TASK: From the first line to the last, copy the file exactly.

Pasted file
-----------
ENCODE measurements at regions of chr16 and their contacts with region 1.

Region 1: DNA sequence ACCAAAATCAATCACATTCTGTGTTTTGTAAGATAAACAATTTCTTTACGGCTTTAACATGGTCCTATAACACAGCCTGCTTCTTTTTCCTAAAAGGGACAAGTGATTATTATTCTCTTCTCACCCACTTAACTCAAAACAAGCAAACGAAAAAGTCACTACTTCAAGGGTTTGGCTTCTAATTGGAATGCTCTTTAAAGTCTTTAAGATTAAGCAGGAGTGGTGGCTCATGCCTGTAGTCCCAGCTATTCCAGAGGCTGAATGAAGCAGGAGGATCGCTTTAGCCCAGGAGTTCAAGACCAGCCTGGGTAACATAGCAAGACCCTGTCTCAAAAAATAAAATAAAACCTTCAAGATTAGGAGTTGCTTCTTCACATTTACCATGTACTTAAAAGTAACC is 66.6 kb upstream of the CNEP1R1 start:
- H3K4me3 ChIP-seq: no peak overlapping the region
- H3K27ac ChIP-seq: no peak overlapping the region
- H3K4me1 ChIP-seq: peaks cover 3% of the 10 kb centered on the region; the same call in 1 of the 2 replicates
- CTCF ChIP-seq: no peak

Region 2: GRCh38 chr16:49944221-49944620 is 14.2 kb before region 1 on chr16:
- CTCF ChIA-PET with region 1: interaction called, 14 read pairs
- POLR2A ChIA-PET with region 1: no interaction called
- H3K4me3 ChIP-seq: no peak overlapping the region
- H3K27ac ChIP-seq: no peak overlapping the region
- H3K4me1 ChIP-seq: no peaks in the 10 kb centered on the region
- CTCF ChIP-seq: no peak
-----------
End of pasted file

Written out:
ENCODE measurements at regions of chr16 and their contacts with region 1.

Region 1: DNA sequence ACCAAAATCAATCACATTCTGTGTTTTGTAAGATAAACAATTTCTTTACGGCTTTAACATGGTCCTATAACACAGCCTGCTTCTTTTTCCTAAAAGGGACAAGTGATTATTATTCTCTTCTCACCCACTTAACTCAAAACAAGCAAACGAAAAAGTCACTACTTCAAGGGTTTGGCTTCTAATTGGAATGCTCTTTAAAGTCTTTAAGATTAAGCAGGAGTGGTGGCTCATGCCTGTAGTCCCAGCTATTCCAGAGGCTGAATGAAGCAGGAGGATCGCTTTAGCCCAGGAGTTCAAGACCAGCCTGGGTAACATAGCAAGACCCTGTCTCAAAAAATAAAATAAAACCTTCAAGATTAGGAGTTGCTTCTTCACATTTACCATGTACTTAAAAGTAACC is 66.6 kb upstream of the CNEP1R1 start:
- H3K4me3 ChIP-seq: no peak overlapping the region
- H3K27ac ChIP-seq: no peak overlapping the region
- H3K4me1 ChIP-seq: peaks cover 3% of the 10 kb centered on the region; the same call in 1 of the 2 replicates
- CTCF ChIP-seq: no peak

Region 2: GRCh38 chr16:49944221-49944620 is 14.2 kb before region 1 on chr16:
- CTCF ChIA-PET with region 1: interaction called, 14 read pairs
- POLR2A ChIA-PET with region 1: no interaction called
- H3K4me3 ChIP-seq: no peak overlapping the region
- H3K27ac ChIP-seq: no peak overlapping the region
- H3K4me1 ChIP-seq: no peaks in the 10 kb centered on the region
- CTCF ChIP-seq: no peak